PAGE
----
Big supermarket chains in Kenya have capped the number of packets of maize flour that customers can purchase since Government directed a drop in prices to Shs. 100 under a short-term subsidy programme. 

The uncertainty over the future has seen Kenyans buy large quantities of flour for stocking in anticipation that the government might not renew the four-week subsidy after the elections. 

At the beginning of this week, the President of Kenya His Excellency Uhuru Kenyatta announced that a 2kg bag of the flour would retail at 100 Kenyan shillings ($0.84; £0.71) a reduction of more than half from a week ago. 

Following the President’s announcement, the government has gone ahead at to warn that anyone found selling above the set price will be arrested and prosecuted. 

Whereas the future is unclear in terms of how long the subsidy will last, the minister for agriculture has told the BBC that millers should expect maize imports from Zambia in days, to help ease a huge shortage.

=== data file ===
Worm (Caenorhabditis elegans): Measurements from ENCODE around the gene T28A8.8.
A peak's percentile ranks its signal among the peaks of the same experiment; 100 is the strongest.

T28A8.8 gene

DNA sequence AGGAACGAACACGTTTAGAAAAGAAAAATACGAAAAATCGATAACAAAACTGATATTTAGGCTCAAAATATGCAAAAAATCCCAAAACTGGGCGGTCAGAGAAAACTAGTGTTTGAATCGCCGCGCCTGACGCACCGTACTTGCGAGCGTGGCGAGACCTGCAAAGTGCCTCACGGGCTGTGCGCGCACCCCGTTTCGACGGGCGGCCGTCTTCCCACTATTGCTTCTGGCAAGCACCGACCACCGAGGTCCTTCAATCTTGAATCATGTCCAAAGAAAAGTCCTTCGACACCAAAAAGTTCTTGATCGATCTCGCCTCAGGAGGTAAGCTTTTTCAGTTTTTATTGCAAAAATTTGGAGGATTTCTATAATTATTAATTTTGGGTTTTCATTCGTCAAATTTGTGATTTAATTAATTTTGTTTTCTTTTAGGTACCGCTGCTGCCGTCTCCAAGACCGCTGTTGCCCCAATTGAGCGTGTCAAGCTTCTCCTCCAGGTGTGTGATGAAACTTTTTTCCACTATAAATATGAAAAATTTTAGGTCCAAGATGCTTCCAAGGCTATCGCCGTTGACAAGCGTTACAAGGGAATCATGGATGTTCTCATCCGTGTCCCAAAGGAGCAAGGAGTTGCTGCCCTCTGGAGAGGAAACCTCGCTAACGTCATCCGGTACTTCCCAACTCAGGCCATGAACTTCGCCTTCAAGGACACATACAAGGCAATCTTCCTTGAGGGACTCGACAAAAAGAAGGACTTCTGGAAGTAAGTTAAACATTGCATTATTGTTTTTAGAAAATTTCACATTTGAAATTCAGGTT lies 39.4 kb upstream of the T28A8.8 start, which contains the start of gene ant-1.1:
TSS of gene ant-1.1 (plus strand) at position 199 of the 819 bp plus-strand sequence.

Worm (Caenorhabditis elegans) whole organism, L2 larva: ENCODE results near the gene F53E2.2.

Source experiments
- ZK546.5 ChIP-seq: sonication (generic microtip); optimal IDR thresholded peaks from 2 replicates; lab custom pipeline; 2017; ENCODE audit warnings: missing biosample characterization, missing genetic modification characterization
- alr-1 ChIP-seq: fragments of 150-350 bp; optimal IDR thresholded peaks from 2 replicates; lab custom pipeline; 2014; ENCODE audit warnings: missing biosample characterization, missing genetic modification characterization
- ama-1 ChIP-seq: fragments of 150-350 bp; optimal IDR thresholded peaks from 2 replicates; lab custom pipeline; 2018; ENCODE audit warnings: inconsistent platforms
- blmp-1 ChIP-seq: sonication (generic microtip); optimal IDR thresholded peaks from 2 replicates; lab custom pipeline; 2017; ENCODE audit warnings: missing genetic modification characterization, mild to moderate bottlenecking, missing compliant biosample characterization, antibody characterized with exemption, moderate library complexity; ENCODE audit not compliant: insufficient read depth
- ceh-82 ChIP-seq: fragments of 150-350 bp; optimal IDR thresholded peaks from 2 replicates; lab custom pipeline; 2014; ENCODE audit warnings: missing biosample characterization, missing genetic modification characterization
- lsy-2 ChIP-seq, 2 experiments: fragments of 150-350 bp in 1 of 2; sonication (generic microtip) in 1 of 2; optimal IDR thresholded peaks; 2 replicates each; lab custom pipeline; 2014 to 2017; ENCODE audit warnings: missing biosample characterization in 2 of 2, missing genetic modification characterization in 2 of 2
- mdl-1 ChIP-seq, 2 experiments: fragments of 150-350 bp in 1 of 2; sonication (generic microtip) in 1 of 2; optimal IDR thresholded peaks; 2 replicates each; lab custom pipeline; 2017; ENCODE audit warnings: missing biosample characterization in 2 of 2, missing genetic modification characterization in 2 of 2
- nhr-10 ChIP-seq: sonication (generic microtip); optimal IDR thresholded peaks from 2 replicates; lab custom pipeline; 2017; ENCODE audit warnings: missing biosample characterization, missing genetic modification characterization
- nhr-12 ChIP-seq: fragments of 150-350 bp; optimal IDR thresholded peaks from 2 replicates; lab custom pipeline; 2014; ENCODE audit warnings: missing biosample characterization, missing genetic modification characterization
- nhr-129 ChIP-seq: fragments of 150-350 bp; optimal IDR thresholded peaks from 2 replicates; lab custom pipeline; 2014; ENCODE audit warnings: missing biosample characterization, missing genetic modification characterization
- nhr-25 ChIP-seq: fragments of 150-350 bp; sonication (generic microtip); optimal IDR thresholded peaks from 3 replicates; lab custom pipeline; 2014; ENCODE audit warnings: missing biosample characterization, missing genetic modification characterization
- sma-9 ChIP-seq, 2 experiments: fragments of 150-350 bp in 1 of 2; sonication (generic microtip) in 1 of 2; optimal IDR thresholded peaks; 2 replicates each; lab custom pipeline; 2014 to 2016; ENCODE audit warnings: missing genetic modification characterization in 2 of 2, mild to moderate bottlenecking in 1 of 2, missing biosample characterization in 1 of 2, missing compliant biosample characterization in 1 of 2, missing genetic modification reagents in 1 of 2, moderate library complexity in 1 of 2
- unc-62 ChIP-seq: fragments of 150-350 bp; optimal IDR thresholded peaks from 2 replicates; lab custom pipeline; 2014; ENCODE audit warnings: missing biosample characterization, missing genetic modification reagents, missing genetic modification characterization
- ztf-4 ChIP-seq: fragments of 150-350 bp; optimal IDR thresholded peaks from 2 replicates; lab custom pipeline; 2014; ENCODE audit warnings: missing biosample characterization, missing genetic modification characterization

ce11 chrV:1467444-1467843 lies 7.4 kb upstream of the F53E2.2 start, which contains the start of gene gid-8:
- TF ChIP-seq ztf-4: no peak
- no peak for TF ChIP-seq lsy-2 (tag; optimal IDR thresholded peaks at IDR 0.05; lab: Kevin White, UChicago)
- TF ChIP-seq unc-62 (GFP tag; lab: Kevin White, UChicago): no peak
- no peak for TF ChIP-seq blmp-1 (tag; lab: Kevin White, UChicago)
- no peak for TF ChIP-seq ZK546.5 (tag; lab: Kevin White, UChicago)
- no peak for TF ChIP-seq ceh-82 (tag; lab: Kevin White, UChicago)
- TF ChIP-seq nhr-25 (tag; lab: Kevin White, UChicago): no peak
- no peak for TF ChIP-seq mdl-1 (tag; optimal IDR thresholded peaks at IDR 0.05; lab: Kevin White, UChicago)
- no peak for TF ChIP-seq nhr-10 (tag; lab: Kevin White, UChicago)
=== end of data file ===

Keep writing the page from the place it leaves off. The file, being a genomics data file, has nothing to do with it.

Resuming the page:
Meanwhile, the Retail Trade Association of Kenya (Retrak) said it had opened talks with suppliers to recover the Sh175 million they had paid for advance delivery of the commodity. 

“We have commenced engagements with the respective maize meal suppliers to recover more than Sh175 million, which is a cumulative estimate of the higher price paid to them to facilitate deliveries,” she said. 

Kenya has traditionally been depending on neighbouring countries such as Tanzania and Uganda for maize imports, but the two have since turned to the South Sudanese market where higher prices are offered. 

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